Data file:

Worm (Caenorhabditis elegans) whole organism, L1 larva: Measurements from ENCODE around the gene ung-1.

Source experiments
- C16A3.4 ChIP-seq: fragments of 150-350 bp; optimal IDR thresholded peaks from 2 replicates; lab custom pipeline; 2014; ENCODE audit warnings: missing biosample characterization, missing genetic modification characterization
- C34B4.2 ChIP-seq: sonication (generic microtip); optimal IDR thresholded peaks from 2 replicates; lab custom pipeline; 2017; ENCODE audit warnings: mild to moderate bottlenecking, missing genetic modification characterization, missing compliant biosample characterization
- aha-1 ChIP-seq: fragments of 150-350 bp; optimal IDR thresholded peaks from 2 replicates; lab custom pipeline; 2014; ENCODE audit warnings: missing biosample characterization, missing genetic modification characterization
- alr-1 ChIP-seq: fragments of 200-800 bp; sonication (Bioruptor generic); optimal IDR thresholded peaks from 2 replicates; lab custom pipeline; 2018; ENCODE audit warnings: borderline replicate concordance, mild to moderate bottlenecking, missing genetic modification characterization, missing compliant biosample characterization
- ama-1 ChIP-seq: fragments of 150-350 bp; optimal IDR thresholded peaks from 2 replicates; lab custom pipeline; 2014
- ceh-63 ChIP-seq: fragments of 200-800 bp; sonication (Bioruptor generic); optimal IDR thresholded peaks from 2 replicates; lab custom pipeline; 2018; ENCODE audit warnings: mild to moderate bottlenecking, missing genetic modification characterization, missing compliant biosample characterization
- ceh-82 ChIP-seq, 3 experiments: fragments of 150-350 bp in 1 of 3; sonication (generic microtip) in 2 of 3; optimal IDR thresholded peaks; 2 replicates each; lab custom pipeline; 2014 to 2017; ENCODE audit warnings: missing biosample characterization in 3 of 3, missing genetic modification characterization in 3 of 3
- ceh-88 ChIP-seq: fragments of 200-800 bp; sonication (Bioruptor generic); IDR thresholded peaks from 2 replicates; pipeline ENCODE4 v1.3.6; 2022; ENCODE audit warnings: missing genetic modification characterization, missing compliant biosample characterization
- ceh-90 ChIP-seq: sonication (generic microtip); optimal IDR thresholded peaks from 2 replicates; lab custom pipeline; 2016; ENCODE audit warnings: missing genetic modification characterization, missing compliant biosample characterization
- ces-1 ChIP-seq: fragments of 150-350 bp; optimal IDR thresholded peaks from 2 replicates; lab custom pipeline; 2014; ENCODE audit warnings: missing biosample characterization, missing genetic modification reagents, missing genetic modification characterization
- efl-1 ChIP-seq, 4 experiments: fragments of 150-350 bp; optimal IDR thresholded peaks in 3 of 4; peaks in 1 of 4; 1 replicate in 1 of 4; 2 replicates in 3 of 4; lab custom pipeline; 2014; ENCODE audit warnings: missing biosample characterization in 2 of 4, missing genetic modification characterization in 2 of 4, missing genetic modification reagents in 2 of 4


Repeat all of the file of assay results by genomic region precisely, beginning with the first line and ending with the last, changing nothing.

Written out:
Worm (Caenorhabditis elegans) whole organism, L1 larva: Measurements from ENCODE around the gene ung-1.

Source experiments
- C16A3.4 ChIP-seq: fragments of 150-350 bp; optimal IDR thresholded peaks from 2 replicates; lab custom pipeline; 2014; ENCODE audit warnings: missing biosample characterization, missing genetic modification characterization
- C34B4.2 ChIP-seq: sonication (generic microtip); optimal IDR thresholded peaks from 2 replicates; lab custom pipeline; 2017; ENCODE audit warnings: mild to moderate bottlenecking, missing genetic modification characterization, missing compliant biosample characterization
- aha-1 ChIP-seq: fragments of 150-350 bp; optimal IDR thresholded peaks from 2 replicates; lab custom pipeline; 2014; ENCODE audit warnings: missing biosample characterization, missing genetic modification characterization
- alr-1 ChIP-seq: fragments of 200-800 bp; sonication (Bioruptor generic); optimal IDR thresholded peaks from 2 replicates; lab custom pipeline; 2018; ENCODE audit warnings: borderline replicate concordance, mild to moderate bottlenecking, missing genetic modification characterization, missing compliant biosample characterization
- ama-1 ChIP-seq: fragments of 150-350 bp; optimal IDR thresholded peaks from 2 replicates; lab custom pipeline; 2014
- ceh-63 ChIP-seq: fragments of 200-800 bp; sonication (Bioruptor generic); optimal IDR thresholded peaks from 2 replicates; lab custom pipeline; 2018; ENCODE audit warnings: mild to moderate bottlenecking, missing genetic modification characterization, missing compliant biosample characterization
- ceh-82 ChIP-seq, 3 experiments: fragments of 150-350 bp in 1 of 3; sonication (generic microtip) in 2 of 3; optimal IDR thresholded peaks; 2 replicates each; lab custom pipeline; 2014 to 2017; ENCODE audit warnings: missing biosample characterization in 3 of 3, missing genetic modification characterization in 3 of 3
- ceh-88 ChIP-seq: fragments of 200-800 bp; sonication (Bioruptor generic); IDR thresholded peaks from 2 replicates; pipeline ENCODE4 v1.3.6; 2022; ENCODE audit warnings: missing genetic modification characterization, missing compliant biosample characterization
- ceh-90 ChIP-seq: sonication (generic microtip); optimal IDR thresholded peaks from 2 replicates; lab custom pipeline; 2016; ENCODE audit warnings: missing genetic modification characterization, missing compliant biosample characterization
- ces-1 ChIP-seq: fragments of 150-350 bp; optimal IDR thresholded peaks from 2 replicates; lab custom pipeline; 2014; ENCODE audit warnings: missing biosample characterization, missing genetic modification reagents, missing genetic modification characterization
- efl-1 ChIP-seq, 4 experiments: fragments of 150-350 bp; optimal IDR thresholded peaks in 3 of 4; peaks in 1 of 4; 1 replicate in 1 of 4; 2 replicates in 3 of 4; lab custom pipeline; 2014; ENCODE audit warnings: missing biosample characterization in 2 of 4, missing genetic modification characterization in 2 of 4, missing genetic modification reagents in 2 of 4